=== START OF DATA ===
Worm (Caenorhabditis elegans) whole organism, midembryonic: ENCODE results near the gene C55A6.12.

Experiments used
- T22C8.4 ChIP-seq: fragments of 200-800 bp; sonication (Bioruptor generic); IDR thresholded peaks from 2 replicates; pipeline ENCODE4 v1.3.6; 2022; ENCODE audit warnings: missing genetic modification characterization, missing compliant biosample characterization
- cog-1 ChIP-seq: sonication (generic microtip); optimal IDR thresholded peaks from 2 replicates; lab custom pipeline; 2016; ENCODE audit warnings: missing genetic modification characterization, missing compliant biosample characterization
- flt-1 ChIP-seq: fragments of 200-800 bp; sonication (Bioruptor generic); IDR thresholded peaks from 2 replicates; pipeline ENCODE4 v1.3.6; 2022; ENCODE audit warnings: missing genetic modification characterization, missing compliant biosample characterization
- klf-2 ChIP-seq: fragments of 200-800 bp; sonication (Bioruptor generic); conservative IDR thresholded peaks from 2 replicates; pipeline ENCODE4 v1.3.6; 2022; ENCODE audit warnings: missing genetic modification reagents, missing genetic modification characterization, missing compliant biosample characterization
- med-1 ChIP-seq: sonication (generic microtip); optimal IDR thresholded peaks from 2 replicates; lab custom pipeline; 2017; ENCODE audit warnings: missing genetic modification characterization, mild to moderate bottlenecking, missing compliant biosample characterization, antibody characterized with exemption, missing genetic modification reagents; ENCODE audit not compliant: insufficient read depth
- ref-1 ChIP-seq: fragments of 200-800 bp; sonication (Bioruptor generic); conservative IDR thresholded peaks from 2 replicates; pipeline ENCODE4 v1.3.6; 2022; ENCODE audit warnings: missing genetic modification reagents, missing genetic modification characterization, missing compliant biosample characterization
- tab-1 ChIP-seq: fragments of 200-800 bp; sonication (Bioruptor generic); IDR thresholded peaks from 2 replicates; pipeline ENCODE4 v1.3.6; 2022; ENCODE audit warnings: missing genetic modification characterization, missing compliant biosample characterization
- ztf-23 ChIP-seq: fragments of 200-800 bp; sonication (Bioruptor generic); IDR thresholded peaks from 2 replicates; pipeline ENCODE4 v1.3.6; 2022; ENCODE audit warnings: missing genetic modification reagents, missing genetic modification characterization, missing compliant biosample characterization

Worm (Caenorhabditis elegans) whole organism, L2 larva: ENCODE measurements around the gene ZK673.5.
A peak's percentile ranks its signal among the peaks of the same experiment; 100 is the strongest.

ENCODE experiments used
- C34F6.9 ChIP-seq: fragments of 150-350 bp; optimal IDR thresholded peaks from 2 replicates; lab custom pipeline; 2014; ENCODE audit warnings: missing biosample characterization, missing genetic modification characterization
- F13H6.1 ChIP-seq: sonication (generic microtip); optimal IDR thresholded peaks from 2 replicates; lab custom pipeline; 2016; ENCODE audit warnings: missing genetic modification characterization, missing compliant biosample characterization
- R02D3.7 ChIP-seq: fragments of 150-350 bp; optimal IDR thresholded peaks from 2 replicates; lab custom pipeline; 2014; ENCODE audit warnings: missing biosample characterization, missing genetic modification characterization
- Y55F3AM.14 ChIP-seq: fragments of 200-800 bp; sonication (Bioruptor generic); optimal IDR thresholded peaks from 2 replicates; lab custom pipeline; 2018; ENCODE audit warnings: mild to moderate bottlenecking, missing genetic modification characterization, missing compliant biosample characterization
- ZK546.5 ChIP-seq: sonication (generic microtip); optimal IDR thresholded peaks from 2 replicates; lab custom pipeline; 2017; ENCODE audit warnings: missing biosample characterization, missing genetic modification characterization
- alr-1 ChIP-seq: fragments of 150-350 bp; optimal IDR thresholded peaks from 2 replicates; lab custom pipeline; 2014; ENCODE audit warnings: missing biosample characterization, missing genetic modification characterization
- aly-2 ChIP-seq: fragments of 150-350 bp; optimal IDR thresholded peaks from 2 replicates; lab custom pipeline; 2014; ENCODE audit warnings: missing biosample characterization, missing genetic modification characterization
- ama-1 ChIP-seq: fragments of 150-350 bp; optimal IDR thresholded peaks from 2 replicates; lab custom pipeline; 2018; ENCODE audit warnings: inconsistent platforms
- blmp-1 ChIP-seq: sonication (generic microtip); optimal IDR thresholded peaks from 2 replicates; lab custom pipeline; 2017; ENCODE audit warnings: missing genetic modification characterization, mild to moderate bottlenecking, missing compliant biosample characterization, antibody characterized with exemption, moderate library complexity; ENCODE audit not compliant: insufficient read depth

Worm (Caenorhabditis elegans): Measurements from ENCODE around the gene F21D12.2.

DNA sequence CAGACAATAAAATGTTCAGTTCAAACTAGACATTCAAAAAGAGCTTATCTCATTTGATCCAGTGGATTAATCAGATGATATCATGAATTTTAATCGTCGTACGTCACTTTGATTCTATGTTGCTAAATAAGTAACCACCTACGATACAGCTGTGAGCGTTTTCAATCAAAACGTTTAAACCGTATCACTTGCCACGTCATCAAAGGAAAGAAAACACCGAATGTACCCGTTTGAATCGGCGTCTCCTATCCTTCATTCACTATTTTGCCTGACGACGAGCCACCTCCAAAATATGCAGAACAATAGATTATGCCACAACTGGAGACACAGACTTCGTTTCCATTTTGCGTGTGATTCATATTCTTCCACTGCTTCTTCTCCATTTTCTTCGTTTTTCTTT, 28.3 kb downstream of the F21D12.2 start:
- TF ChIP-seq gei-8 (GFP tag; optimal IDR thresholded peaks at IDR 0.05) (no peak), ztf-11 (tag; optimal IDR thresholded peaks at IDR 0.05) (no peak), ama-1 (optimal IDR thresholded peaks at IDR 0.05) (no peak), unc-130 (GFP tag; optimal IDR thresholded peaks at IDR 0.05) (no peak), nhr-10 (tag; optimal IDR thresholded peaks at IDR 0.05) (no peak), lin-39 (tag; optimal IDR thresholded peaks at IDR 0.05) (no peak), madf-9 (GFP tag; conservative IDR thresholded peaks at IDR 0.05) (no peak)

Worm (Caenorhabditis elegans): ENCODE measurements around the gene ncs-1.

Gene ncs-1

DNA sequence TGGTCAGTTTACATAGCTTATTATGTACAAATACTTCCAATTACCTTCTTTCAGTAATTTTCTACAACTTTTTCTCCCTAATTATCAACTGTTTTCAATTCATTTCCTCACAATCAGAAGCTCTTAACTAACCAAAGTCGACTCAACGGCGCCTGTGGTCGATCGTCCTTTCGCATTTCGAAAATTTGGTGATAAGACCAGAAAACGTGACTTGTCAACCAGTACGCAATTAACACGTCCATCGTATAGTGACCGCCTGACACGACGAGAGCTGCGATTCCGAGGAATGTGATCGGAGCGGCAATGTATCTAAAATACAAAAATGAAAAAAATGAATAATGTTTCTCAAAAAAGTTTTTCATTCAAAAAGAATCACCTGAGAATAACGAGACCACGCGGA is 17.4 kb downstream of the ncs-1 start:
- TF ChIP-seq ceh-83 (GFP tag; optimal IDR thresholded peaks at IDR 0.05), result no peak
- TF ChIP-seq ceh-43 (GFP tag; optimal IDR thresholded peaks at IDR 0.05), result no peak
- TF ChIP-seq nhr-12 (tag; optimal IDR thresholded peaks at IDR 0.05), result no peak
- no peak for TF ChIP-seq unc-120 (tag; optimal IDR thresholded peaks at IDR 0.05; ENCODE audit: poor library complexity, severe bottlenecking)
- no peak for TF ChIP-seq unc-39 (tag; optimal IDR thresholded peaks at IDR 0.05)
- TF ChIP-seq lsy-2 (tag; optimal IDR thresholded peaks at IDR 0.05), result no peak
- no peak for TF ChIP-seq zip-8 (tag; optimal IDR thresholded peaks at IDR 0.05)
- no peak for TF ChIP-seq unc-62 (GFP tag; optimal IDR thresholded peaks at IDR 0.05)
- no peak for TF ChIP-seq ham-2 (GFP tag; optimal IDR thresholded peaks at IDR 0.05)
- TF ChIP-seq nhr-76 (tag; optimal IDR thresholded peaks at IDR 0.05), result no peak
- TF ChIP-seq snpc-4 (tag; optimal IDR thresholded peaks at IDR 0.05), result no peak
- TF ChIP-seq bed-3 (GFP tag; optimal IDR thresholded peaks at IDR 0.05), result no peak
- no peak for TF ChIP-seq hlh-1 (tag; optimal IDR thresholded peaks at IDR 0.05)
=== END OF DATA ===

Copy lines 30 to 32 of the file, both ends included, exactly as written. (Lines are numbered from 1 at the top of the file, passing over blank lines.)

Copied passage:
- TF ChIP-seq ceh-43 (GFP tag; optimal IDR thresholded peaks at IDR 0.05), result no peak
- TF ChIP-seq nhr-12 (tag; optimal IDR thresholded peaks at IDR 0.05), result no peak
- no peak for TF ChIP-seq unc-120 (tag; optimal IDR thresholded peaks at IDR 0.05; ENCODE audit: poor library complexity, severe bottlenecking)